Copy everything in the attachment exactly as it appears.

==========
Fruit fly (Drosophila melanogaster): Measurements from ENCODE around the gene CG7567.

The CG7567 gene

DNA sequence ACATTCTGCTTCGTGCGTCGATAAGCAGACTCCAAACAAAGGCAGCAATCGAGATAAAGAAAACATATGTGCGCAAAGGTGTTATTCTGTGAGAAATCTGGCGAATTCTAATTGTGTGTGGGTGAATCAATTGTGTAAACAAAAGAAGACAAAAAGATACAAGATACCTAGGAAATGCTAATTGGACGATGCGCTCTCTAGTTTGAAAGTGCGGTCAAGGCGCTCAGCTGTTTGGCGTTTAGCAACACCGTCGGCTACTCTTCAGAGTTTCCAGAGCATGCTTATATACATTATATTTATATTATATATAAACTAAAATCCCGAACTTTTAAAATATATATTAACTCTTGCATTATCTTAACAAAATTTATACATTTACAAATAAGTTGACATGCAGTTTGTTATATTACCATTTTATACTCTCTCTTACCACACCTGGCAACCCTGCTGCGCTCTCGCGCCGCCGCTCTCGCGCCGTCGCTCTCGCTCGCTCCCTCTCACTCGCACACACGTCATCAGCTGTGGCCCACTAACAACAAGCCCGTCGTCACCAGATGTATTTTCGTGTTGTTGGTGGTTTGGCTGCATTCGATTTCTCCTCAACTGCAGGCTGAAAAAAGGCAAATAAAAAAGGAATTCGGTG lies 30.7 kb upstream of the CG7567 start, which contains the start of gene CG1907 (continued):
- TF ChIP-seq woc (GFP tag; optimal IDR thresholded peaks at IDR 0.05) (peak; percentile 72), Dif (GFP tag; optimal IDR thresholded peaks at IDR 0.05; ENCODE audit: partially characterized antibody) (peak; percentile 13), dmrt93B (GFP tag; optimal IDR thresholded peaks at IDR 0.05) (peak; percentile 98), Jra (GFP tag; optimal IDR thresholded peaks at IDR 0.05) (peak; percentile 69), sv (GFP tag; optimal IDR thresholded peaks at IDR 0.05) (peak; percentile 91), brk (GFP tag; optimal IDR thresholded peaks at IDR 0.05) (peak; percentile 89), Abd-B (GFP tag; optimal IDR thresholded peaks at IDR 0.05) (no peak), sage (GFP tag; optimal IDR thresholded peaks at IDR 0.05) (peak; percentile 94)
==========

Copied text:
Fruit fly (Drosophila melanogaster): Measurements from ENCODE around the gene CG7567.

The CG7567 gene

DNA sequence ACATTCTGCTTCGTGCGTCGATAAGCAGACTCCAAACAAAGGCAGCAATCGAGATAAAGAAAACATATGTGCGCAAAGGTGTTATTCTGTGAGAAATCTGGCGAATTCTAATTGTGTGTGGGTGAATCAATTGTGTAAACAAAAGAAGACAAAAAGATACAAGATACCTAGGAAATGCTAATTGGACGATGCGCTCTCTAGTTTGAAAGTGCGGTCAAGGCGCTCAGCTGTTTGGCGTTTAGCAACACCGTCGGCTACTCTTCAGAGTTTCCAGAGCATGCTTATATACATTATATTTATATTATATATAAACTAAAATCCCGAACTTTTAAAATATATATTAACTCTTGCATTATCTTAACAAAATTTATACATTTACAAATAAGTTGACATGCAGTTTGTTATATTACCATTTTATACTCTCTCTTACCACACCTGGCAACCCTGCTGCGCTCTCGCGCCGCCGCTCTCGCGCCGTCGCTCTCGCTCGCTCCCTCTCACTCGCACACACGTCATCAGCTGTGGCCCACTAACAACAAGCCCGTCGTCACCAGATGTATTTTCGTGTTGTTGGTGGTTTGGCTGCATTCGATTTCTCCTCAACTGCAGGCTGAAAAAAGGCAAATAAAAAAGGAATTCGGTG lies 30.7 kb upstream of the CG7567 start, which contains the start of gene CG1907 (continued):
- TF ChIP-seq woc (GFP tag; optimal IDR thresholded peaks at IDR 0.05) (peak; percentile 72), Dif (GFP tag; optimal IDR thresholded peaks at IDR 0.05; ENCODE audit: partially characterized antibody) (peak; percentile 13), dmrt93B (GFP tag; optimal IDR thresholded peaks at IDR 0.05) (peak; percentile 98), Jra (GFP tag; optimal IDR thresholded peaks at IDR 0.05) (peak; percentile 69), sv (GFP tag; optimal IDR thresholded peaks at IDR 0.05) (peak; percentile 91), brk (GFP tag; optimal IDR thresholded peaks at IDR 0.05) (peak; percentile 89), Abd-B (GFP tag; optimal IDR thresholded peaks at IDR 0.05) (no peak), sage (GFP tag; optimal IDR thresholded peaks at IDR 0.05) (peak; percentile 94)